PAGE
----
I’ve been camming for almost four years with a loyal fan base, but now I’m stuck, stuck, stuck in a rut.
Some days, I wanna cry before I get on cam! I used to work so hard, but now I can barely go through the motions. For a few weeks, I tried mixing things up, different looks and tones, just to break up the monotony, but the pushback from my fans was brutal. It’s like they want to see me do the same show, night after night. I don’t know how long I can keep doing this. Help! –Burned Out in Burbank
Dear Burned Out—
I’m so sorry you’re going through this. It sucks mightily to be at the top of your professional game, but your success is no longer working for you.
Before I offer advice, a few things. First is that stuckness is commonly associated with depression. Often that sensation originates from something in our lives that’s missing or we’re feeling sad about. Perhaps instead of focusing on your frustration when it arises, putting your hand on your heart, and acknowledging any sadness you’re experiencing would be more kind. Be gentle with yourself – depression almost always comes with a message that it wants to tell us.
Also, it’s worth pointing out that most of us are still emerging in meaningful ways from a collective state of suspended animation. During the COVID years, we were stuck inside and isolated. We might have dreamt up all kinds of wonderful plans for ourselves once we were free again, only to sink back into familiar patterns once the world opened up. Many of us are still struggling with feelings of missed opportunities, lost time, and disappointment.
And finally, it’s not uncommon for contraction in one part of our lives to bleed into another. You paint a vivid picture of professional burnout, but is it possible that resistance to camming is a symptom rather than a root cause? Perhaps you’re facing challenges in some other part of your life that are difficult to change – money troubles, or your health, or the wellbeing of someone you care for. Sometimes it’s easier to get mad at ourselves for not working, because it feels safer than acknowledging just how powerless we are in situations outside our control.
Getting Back On The Road
Now for some advice. I always like to start with stepping back and assessing – taking a good look at what’s really going on. For the next week or so, try just noticing what your patterns are, and give some thought as to how you fell into them. There’s always a reason. Habits that used to make sense aren’t working for you anymore – rather than trying to figure out how to change them, maybe just be curious about why they once did work.
During that week of observation, you might also try tackling projects outside of camming you can change. Clean out that overstuffed closet, jettison items from your wardrobe you haven’t worn in years. Contact that old friend who’s been on your mind, but you’ve lost touch with. Often when we’re faced with an intractable problem, we let other parts of our lives stagnate- we can fight that entropy with liveliness, curiosity, problem-solving, and a sense of humor.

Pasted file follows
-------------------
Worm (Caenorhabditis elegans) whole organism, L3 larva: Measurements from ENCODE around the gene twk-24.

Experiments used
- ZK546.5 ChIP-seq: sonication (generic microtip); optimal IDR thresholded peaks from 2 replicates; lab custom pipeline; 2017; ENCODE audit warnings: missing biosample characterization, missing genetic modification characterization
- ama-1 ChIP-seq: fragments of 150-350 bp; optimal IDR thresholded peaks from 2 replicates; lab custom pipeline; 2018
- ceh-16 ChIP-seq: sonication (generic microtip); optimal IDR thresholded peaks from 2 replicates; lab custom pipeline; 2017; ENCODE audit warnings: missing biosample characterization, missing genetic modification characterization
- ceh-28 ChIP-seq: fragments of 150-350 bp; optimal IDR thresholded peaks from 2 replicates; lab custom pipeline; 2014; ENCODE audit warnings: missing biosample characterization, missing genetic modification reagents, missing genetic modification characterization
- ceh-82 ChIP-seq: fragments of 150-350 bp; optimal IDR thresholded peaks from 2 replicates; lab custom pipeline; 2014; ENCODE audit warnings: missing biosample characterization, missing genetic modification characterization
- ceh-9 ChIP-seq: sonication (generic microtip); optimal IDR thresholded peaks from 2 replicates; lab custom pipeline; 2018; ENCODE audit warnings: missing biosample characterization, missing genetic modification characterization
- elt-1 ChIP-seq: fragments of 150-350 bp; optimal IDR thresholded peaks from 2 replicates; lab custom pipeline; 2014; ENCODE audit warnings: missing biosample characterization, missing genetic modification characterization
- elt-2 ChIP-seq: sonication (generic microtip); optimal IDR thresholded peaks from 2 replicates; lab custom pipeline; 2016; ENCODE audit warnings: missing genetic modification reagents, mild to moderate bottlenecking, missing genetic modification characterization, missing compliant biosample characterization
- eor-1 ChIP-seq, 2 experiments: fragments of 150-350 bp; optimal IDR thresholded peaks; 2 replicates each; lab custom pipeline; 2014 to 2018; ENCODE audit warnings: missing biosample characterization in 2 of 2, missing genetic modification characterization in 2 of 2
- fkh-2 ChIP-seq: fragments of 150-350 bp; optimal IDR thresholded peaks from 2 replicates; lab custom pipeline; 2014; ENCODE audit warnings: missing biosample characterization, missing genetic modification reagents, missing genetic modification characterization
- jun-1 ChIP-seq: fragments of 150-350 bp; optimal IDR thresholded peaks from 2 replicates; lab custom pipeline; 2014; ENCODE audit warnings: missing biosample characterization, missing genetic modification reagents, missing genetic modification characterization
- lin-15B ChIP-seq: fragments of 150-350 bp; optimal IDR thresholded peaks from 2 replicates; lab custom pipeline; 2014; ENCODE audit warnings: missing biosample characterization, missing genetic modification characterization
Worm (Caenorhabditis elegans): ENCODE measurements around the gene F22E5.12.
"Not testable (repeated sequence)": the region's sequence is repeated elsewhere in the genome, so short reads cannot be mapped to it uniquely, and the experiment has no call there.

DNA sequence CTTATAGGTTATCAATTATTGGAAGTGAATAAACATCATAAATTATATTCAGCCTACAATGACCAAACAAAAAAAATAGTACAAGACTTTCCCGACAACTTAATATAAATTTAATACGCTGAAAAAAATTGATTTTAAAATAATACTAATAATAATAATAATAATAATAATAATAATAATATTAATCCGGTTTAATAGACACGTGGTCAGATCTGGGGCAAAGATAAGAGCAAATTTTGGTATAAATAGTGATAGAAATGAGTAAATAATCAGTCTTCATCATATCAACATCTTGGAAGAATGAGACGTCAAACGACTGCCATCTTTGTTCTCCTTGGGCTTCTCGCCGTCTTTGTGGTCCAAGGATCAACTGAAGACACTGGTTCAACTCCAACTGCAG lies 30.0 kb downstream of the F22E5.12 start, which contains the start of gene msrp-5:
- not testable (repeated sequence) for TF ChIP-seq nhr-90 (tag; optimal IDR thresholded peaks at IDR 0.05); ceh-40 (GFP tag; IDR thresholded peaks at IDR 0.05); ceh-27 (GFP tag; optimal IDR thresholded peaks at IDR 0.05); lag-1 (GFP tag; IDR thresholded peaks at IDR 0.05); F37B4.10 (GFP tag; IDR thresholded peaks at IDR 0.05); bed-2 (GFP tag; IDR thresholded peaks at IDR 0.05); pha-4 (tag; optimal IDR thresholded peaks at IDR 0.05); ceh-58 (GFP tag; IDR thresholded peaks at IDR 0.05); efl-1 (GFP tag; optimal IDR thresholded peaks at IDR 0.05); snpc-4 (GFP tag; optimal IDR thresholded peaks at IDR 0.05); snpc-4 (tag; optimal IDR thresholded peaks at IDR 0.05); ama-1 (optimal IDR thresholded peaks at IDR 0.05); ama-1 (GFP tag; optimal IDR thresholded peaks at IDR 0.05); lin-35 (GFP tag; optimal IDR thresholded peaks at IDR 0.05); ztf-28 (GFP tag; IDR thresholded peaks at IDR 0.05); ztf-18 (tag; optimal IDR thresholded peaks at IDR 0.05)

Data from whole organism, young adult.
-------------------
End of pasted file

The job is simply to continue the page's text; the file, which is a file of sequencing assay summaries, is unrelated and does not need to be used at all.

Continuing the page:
You might also try cultivating your artistic interests – creativity in one part of our lives can have an alchemical effect on other parts. Devoting even ten minutes a day to painting, journaling, composing songs, dancing, or trying out a new recipe can get those creative juices flowing.
Once that week has gone by, now it’s time to start making tweaks to your performances – they can be small to start, maybe only noticeable to you. Notice how they feel – jot down a few notes to keep track.
You mentioned heavy criticism from regulars for changing up your routine. But the fact is, every choice is a trade-off. Fans look elsewhere for novelty, too. As uncomfortable as any transition might be, camming needs to work for you, or it won’t work at all. Always remember: Your true fans WILL find you.
Finally, some of the best advice I’ve ever heard for navigating stuckness is to make friends with it. Recognize it as an old friend, a necessary part of life. Think of it as how farmers allow their fields to lie fallow for a season – that bare dirt might look like nothing is happening. But the very act of doing nothing is an important part of the cycle of life.
As we grow itchy, frustrated, and restless, vital energy builds up. Which means when we’re finally ready to move again and make change, we’ll be super-charged and well-rested.
Until next time, be sweet to yourself. –LolaD.
Lola Davina is a longtime veteran of the sex industry and author of Thriving in Sex Work: Heartfelt Advice for Staying Sane in the Sex Industry, a self-help book for sex workers available at Amazon, Barnes & Noble, iTunes and wherever else ebooks are sold. Get the audiobook version here. Contact her at Lola.Davina@ynotcam.com and visit her on Twitter at @Lola_Davina, as well as on Facebook.
Images of Lola Davina courtesy of Pat Mazzera.